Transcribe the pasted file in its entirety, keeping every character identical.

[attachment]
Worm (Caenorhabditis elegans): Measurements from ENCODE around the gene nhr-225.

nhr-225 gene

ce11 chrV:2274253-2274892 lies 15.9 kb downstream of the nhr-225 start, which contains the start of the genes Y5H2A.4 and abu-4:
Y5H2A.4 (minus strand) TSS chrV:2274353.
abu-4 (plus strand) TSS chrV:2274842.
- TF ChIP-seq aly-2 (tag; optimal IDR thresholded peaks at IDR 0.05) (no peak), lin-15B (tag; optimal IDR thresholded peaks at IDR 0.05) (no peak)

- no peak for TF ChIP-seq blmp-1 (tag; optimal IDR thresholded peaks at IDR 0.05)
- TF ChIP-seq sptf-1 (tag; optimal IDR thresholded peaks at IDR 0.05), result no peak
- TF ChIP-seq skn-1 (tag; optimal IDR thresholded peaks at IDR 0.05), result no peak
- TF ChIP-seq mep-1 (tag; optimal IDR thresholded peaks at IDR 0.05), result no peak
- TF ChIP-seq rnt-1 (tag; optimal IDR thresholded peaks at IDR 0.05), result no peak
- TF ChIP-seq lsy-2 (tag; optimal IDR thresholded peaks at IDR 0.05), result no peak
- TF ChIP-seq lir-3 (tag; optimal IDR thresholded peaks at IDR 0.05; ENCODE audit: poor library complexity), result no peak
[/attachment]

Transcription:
Worm (Caenorhabditis elegans): Measurements from ENCODE around the gene nhr-225.

nhr-225 gene

ce11 chrV:2274253-2274892 lies 15.9 kb downstream of the nhr-225 start, which contains the start of the genes Y5H2A.4 and abu-4:
Y5H2A.4 (minus strand) TSS chrV:2274353.
abu-4 (plus strand) TSS chrV:2274842.
- TF ChIP-seq aly-2 (tag; optimal IDR thresholded peaks at IDR 0.05) (no peak), lin-15B (tag; optimal IDR thresholded peaks at IDR 0.05) (no peak)

- no peak for TF ChIP-seq blmp-1 (tag; optimal IDR thresholded peaks at IDR 0.05)
- TF ChIP-seq sptf-1 (tag; optimal IDR thresholded peaks at IDR 0.05), result no peak
- TF ChIP-seq skn-1 (tag; optimal IDR thresholded peaks at IDR 0.05), result no peak
- TF ChIP-seq mep-1 (tag; optimal IDR thresholded peaks at IDR 0.05), result no peak
- TF ChIP-seq rnt-1 (tag; optimal IDR thresholded peaks at IDR 0.05), result no peak
- TF ChIP-seq lsy-2 (tag; optimal IDR thresholded peaks at IDR 0.05), result no peak
- TF ChIP-seq lir-3 (tag; optimal IDR thresholded peaks at IDR 0.05; ENCODE audit: poor library complexity), result no peak